1. Every question correct. About a quarter of my students answered every question correctly. This doesn't mean that their instruction is done--in fact, it means that students are ready to really explore dialogue and learn how to wring more meaning from it.
2. Trouble with Line 4. Notice how the dialogue in Line 4 does not have a speaker tag. Readers have two ways to identify the speaker. They could look at the textual conventions of quotation marks and a new paragraph to know that someone new is talking. Alternatively, they could look at the context of the conversation to know that the miller wouldn't thank himself. Students who did not answer this question correctly often said "the miller" or even "sir".
3. Trouble with "You look tired". Teachers who know kids--really know kids--will not be surprised to hear that a decent number of students said "the miller" in response to this question. Skilled adult readers are shocked by this, as they clearly see that the miller has dropped out of the story by this point. However, readers who are having trouble managing characters in their heads will assign dialogue to anyone that seems convenient!

Next Steps
   I hate "going over" tests. This is probably a major character flaw. Instead of "going over" the answers, I made clean copies for all students who scored less than 4/5. Then I gathered the students in small groups to reteach. Together, we read the text and aloud and answered the questions again.
    I used sticky notes to symbolize each character, so that we could talk about who was in the story when. This helped students to see that Hans leaves the mill on Line 10, which makes the miller drop out of the story.
    The small group setting helped students to talk out their issues and their misconceptions. "Well, of course the miller wouldn't say thank you," one student said. "It would be kind of silly for him to thank himself for gold."
   "Oh, the rider is a different person!" another student exclaimed. "Well, that makes a lot more sense."
   I waited until after we had discussed the passage to hand out the scored assessments that students had already taken. Then we were able to talk about new understandings. What did students know now that they didn't know then? How were they thinking through the story events differently? How might this help them with their independent reading books?

    I eventually wrote three dialogue assessments, which I have added to Analyzing Story Elements. It took us a few tries to get it right! Even now there are still some students that are working on identifying narrators in first person stories. More lessons on identifying speaker in dialogue can be found in my book, The Forest AND the Trees.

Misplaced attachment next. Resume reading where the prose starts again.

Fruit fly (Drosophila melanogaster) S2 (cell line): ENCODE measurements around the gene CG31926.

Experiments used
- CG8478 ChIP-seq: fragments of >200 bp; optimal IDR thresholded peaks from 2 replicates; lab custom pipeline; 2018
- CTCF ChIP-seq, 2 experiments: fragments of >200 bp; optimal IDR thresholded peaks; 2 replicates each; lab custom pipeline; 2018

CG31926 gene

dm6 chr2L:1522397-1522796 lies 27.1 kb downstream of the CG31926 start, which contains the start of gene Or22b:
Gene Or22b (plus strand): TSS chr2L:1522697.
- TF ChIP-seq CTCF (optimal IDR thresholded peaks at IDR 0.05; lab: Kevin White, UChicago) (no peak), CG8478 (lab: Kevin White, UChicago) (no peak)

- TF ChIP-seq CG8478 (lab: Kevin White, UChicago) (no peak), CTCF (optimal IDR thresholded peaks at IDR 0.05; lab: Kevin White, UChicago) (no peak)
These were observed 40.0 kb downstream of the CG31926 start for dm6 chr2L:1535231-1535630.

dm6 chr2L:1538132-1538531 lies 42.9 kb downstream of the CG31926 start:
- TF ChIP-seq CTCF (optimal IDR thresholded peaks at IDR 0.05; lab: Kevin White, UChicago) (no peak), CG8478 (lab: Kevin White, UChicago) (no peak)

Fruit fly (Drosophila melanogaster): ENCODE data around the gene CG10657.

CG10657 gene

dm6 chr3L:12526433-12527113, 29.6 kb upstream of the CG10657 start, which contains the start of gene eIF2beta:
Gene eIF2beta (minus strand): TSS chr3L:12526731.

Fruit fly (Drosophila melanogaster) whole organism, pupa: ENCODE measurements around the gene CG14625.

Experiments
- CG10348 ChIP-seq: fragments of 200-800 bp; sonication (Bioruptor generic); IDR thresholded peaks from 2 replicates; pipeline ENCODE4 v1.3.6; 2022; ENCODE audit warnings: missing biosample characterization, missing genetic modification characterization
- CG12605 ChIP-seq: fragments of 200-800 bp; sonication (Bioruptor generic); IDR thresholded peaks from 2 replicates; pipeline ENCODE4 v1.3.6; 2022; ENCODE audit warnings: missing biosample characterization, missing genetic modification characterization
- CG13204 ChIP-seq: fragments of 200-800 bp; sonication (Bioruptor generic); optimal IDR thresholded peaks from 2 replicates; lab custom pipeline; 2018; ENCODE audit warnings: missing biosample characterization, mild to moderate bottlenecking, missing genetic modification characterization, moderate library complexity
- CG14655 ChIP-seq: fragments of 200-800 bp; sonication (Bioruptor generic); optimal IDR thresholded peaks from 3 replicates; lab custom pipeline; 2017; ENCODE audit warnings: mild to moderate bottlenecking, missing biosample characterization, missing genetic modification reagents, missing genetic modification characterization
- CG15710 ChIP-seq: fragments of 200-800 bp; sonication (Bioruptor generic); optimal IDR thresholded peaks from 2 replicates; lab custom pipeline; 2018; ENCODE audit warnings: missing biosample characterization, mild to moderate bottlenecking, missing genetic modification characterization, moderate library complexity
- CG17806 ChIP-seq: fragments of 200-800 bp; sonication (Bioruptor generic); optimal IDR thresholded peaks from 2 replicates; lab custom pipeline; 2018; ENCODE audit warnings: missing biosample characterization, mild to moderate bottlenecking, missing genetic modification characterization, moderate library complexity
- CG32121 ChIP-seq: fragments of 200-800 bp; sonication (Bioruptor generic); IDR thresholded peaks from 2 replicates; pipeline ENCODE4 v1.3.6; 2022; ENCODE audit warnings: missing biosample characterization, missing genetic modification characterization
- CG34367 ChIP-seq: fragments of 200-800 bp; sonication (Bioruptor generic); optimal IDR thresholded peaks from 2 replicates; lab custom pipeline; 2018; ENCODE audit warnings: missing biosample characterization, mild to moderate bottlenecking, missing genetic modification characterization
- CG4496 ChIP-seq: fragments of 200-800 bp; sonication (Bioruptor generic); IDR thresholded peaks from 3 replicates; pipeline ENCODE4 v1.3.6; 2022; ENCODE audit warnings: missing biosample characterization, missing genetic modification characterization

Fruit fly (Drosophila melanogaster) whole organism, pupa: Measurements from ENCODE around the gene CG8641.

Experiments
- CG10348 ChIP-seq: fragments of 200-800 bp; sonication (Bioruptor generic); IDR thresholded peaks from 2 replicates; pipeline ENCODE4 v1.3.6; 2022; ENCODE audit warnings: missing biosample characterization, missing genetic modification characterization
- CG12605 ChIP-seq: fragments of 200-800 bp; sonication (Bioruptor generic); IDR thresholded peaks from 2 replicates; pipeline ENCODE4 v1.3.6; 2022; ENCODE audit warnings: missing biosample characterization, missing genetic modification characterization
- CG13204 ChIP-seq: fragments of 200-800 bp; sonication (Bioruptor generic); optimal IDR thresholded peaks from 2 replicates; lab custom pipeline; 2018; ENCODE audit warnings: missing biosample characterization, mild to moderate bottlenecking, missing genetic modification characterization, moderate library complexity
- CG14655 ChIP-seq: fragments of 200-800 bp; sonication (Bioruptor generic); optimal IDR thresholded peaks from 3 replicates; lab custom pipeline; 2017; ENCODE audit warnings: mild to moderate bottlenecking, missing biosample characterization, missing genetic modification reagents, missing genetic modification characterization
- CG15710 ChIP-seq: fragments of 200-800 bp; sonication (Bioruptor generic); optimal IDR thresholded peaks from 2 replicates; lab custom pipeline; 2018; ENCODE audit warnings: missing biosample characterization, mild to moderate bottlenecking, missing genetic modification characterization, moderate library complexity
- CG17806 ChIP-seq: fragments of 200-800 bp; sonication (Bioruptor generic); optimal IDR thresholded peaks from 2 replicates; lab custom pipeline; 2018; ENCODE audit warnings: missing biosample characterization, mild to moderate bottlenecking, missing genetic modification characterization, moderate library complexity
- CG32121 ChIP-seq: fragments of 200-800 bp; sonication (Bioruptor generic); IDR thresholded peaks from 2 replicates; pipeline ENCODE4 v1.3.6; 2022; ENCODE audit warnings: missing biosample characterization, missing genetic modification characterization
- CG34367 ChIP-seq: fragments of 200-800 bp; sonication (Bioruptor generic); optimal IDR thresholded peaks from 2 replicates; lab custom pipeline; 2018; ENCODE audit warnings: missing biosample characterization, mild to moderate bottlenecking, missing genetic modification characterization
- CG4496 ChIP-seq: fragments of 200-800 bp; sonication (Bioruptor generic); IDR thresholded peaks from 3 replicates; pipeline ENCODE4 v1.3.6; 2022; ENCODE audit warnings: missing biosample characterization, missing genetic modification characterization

New Texts

    Last year I wanted to combine social studies and fluency. I realized that my struggling readers needed much, much more exposure to the names of states! I wrote sets of leveled geography texts about different regions of the United States. I think that I can safely say it is one of the more difficult writing tasks that I have undertaken. You can find them here:
-US Geography Leveled Readings Northeast
-US Geography Leveled Reading South
-US Geography Leveled Readings Midwest
-US Geography Leveled Readings West
    Hawai'i and Alaska are both so big and interesting that they deserve their own texts, which aren't quite finished yet.

What's New on Frolyc
    I have lots of texts and activities for student iPads over at Frolyc. If you want to see new activities, subscribe to the What's New on Activity Spot Pinterest board. This month I have worked on Genres: Science Fiction and Fantasy, Autumn Poem, Anthony Wayne (a chronological order text) and more.

Saturday, November 8, 2014

Teaching Point of View: Beyond Identification

Over the past two weeks, I have been working with point of view in my classroom. What an interesting endeavor it has been! I have found myself looking at stories, my instruction, and my classroom in new ways as I have thought about the standards and how to help my students understand point of view.

The standards
In the Common Core standards for fourth grade, students need to "compare and contrast the point of view from which different stories are narrated, including the difference between first and third person narrators." This standard is pretty comprehensive! Not only do my students need to be able to identify first and third person narrators, but they also need to explain how narration techniques impact a story.
This is a pretty tall order for students who are still having trouble separating content from structure.

Of course, the first part (and the easy part!) is to teach students how to identify different points of view. I first wrote about this two years ago, in "Teaching Point of View".  This year, I made a PowerPoint presentation to introduce the topic for students:

Side note: I know that everyone in the technology world hates PowerPoint. But I love using this medium to highlight different aspects of text. Putting large text on the screen for everyone to see and talk about gets students engaged. Adding interesting pictures makes the conversations even better!

Simple introductions
I have some go-to books for introducing point of view. Bigmama's and Shortcut, both by Donald Crews, are two of my favorites. These include the first-person pronoun "we", which is important for students to see, and are quick reads. I also read Instructions by Neil Gaiman, which is told in second person. For each story, we talked about the point of view and how we could figure it out from the pronouns used in the book.

Looking back at familiar stories